Hit the Wall? Keep On Going!

You’re walking down life’s highway when in a flash—it’s gone!
Instant freefall.  Helpless panic.  How can you go on?
Gravity has turned on you and it happened in a blink.
Life has changed instantly before you had time to think.

If this had happened early in life, you’d be more equipped,
and not so vulnerable to storms that buffet your ship.
Obstacles can then be seen as opportunities.
Doors open as doors close; they’re possibilities.

But Mom was 84 when her world changed dramatically.
Exercise was good for her; her doctor said emphatically.
But late one Friday, with her half-mile completed,
she hit the wrong switch.  Instead of stopping, it speeded.

She left the treadmill violently and sailed through the room.
She landed with a thud and lay helpless in the gathering gloom.
Doors locked and injured seriously, she felt so all alone.
She started crawling on both knees to try and reach a phone.

She did, but to no avail, her injuries wouldn’t permit.
Her arms were useless to her now; all she could do was sit.
Dislocated shoulders, two she had, we would find out later that night,
made use of her arms impossible now; concern turned into fright.

She knew she needed help badly now and that it was up to her,
to somehow get a phone call out, to reach a rescuer.
Painfully, she tugged at the cord until she reached the receiver.
With a trembling voice, she wouldn’t have trouble getting anyone to believe her.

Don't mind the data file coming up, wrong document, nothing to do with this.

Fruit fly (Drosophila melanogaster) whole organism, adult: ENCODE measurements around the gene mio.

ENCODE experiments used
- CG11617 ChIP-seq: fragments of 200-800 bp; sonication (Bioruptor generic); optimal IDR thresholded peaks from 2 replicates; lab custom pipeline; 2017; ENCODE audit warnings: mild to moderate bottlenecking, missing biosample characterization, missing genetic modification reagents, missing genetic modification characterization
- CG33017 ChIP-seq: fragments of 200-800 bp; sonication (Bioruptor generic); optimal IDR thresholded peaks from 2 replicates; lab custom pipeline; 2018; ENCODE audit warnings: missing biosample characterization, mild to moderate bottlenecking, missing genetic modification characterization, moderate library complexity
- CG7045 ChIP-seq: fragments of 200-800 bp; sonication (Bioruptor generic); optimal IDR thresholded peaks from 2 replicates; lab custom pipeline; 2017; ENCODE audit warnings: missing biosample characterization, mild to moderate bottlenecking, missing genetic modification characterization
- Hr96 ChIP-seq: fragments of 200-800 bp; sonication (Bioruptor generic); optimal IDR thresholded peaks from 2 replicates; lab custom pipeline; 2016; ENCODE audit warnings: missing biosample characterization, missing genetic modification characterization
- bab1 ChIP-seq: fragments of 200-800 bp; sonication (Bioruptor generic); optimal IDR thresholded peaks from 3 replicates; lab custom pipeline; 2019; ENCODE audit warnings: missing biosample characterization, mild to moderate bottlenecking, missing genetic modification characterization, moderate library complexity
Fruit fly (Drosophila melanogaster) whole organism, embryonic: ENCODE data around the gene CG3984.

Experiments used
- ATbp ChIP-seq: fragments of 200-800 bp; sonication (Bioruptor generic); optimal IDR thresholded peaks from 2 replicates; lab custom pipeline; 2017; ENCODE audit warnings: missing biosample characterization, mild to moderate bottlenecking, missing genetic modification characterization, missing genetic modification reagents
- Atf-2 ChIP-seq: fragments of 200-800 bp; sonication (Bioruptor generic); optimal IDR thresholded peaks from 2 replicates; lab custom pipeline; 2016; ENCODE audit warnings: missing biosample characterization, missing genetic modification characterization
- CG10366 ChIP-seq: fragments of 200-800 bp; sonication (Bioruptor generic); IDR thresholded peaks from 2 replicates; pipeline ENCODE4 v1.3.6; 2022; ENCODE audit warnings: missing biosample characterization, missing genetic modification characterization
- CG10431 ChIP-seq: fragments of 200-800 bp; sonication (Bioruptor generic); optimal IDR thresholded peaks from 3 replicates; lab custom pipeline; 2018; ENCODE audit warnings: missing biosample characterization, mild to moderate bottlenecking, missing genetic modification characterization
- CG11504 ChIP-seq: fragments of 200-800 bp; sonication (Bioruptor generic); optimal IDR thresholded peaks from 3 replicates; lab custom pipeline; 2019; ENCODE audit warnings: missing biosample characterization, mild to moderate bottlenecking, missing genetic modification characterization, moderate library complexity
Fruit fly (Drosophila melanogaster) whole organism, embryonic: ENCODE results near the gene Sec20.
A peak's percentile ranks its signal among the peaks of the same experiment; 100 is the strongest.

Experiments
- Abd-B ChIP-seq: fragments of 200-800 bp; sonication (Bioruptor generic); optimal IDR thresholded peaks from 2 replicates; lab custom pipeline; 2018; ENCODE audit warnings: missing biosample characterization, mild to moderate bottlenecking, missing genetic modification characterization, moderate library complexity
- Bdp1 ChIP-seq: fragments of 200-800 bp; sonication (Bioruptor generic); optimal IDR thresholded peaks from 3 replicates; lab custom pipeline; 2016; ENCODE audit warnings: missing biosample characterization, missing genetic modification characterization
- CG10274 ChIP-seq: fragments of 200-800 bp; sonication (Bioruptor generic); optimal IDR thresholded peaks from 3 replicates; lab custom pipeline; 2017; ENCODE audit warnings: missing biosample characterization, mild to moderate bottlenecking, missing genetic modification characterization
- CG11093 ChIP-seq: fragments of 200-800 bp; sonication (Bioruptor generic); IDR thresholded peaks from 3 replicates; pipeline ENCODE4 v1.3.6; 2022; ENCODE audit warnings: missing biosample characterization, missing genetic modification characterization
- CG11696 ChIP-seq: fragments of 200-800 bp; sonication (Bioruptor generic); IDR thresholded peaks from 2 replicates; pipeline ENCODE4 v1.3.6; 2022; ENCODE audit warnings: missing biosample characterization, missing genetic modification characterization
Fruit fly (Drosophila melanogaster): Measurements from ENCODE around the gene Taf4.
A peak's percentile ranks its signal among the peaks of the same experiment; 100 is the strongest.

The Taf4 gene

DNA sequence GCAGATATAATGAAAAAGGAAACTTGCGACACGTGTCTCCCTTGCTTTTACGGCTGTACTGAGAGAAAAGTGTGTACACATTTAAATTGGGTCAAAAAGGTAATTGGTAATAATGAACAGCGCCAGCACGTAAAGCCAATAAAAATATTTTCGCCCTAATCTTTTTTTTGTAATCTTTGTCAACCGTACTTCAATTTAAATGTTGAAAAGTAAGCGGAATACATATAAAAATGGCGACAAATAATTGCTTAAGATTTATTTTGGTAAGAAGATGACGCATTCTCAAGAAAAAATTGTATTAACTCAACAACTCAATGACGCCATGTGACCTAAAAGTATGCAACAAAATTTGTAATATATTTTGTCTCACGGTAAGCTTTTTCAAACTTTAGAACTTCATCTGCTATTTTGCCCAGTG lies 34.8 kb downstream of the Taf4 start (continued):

One busy signal after another, she thought, ‘of all the times!
When I desperately needed someone; they’re all on other lines!’
She finally reached a son who said her neighbors were almost there.
An ambulance, too, was on its way; all answers to her prayers.

Her faith today would be sorely tested, but nothing could compare,
to the agony awaiting her, all in the name of health care.
Admitting Mom took long enough, on weekends hospitals are packed.
But once she entered their world, she sadly found out what they lacked.
Compassion, attention, the help she needed, were all missing in action,
except for one nurse who knew her, who tried to show compassion.

But medical care a nurse can’t provide,
no matter how caring or hard she tried.
First things first: Mom needed a room; they “stored” her in a hall.
No one checked her condition, despite her pitiful calls.
She needed a doctor, and desperately now, for she was growing faint.
Her pleas had changed to ‘Take me, Lord’, a more pressing plaint.

Mother had persevered through life.
A mother of three, a homemaker, a wife.
Hard work had steeled her; had made her this way.
But her 85th birthday was a mere four days away.

She had rolled with the punches that life had brought.
One would think, “Ah, I worry for naught.”
However this night would prove too much,
when she was left with only her faith to clutch.

A medical doctor finally arrived at her side.
“Friday nights, we’re slammed,” was his lame aside.
My mom wasn’t the only one in danger that night,
the Hippocratic Oath was also about to die!

With hands-on care, that doc finally realized,
the suffering and pain in this patient’s eyes.
“Two dislocated shoulders?!” he asked incredulously?